As two graduating seniors who have consistently enrolled in the most rigorous courses offered by LBHS, we encourage the school board to reinstate the grade point weighting of honors courses.
Yes, high school students should only take advanced classes in which they have a genuine interest; however, many times that interest is obscured by the standard class. For many students, the subject matter of a particular class can only be intriguing if presented in an advanced manner. A significant number of students discover their desired collegiate path through high school classes. Unweighting honors classes hinders the development of that passion.
The stripping of the increased grade point indisputably diminishes the appeal of honors courses. By lessening the students’ motivations to challenge themselves, many upper class Advanced Placement classes become gated. Students may find breaking into the paths of higher-level math, science, English, and Spanish unfeasible without an honors foundation. Of course, those AP classes truly matter in the college admissions process, but without under class honors courses to initiate those pathways, capable students may remain stuck in standard classes.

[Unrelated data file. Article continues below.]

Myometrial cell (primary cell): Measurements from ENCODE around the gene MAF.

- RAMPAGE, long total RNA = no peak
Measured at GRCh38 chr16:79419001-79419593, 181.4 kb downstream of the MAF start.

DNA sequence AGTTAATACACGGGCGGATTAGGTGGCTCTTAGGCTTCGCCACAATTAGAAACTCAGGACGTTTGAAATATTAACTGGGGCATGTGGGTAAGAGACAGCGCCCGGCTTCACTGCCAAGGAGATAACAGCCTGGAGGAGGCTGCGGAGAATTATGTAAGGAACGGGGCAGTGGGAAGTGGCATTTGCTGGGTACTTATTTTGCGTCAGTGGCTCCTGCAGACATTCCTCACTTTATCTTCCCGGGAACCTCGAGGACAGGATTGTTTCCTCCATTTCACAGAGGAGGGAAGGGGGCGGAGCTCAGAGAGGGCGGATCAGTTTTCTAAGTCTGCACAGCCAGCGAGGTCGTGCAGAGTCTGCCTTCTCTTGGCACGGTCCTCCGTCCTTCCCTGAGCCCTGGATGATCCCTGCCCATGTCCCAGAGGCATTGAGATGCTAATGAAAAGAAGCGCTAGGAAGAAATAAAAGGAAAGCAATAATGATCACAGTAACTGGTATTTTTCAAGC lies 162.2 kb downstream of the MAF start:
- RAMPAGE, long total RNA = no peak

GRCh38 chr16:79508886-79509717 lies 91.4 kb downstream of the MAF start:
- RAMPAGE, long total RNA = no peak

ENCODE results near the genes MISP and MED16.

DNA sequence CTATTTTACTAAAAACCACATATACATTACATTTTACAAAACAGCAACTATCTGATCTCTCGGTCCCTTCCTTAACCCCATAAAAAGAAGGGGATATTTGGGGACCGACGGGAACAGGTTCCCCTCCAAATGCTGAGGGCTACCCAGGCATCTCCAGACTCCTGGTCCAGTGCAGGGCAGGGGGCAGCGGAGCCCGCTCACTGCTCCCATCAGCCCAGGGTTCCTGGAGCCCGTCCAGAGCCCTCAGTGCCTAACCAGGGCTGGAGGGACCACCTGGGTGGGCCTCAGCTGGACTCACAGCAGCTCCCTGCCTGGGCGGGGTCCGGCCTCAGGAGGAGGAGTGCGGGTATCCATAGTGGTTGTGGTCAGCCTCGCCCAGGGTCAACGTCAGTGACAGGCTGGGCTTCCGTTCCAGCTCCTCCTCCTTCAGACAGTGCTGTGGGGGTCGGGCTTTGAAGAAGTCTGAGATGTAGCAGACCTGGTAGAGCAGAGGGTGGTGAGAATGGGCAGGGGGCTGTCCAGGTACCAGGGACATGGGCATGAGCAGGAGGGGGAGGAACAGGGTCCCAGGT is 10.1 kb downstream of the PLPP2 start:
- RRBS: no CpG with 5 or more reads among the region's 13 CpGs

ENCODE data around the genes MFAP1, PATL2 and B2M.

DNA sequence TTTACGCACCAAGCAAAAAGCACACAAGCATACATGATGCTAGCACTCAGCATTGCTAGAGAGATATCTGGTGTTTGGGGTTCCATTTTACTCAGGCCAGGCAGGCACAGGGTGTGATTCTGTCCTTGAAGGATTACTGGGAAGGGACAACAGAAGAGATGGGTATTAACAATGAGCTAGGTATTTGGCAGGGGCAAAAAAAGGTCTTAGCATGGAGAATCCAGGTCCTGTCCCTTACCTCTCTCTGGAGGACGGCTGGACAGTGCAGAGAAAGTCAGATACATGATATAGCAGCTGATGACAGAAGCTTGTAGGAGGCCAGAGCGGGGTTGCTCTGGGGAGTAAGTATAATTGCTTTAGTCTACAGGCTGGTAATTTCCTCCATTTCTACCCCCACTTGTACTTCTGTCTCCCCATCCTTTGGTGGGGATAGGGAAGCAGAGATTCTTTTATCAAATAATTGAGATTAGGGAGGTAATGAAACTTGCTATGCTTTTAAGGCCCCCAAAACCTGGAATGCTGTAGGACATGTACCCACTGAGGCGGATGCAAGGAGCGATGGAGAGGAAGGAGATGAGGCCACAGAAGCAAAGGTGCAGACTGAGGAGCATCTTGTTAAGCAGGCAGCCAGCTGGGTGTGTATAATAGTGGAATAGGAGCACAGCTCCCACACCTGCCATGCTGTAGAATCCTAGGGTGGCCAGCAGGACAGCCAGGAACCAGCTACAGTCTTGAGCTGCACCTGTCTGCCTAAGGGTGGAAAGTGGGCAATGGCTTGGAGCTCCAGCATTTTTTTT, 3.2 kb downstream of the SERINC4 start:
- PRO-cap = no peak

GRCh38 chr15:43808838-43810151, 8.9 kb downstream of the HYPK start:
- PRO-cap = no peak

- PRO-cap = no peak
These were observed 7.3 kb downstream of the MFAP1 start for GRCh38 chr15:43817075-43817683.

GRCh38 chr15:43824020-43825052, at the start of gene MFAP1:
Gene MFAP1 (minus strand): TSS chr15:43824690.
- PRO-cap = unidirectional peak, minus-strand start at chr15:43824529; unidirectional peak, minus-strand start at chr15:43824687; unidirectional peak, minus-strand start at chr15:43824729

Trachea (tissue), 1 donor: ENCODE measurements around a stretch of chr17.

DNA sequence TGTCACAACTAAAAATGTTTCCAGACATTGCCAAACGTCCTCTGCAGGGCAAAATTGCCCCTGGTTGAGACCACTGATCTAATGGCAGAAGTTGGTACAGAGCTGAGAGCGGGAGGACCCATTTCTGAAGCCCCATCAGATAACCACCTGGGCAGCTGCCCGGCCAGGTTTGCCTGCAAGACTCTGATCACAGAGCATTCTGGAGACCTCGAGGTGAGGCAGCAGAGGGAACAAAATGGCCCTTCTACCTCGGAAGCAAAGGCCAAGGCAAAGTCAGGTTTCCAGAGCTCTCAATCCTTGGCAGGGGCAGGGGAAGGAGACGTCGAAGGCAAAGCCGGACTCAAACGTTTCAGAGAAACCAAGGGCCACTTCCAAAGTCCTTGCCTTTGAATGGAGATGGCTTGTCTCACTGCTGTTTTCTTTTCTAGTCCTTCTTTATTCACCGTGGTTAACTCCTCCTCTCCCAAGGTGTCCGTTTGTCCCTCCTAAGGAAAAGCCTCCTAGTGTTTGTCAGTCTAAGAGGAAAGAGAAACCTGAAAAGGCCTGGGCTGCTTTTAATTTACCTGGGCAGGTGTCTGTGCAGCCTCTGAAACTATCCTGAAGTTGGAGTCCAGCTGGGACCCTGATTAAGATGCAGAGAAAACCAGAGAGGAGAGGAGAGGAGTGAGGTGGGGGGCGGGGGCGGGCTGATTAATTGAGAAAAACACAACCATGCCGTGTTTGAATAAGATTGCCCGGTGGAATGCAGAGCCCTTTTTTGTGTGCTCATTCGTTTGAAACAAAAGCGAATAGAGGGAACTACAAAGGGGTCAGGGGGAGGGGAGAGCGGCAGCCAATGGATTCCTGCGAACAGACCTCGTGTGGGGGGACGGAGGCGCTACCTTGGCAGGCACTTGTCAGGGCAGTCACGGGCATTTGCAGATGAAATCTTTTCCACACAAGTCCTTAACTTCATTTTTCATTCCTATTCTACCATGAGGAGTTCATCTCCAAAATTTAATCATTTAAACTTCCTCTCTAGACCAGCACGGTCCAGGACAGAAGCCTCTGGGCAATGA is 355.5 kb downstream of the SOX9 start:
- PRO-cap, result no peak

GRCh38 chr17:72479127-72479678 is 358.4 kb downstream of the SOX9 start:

Of the over 220 graduating seniors of the class of 2018, only around 11 percent planned to attend a UC school. Therefore, the alignment with the UC weighting system seems almost arbitrary given that nearly half of the class of 2018 planned to attend an out-of-state or private California university and would have been disadvantaged in that pursuit by the current rule.
Granting honors courses the heavier weighting not only strengthens students’ college prospects, but also allows students to discover which subject areas matter most to them. To accelerate students is to allow the potential to excel.
Cole Hunt & Kate Gilles, Laguna Beach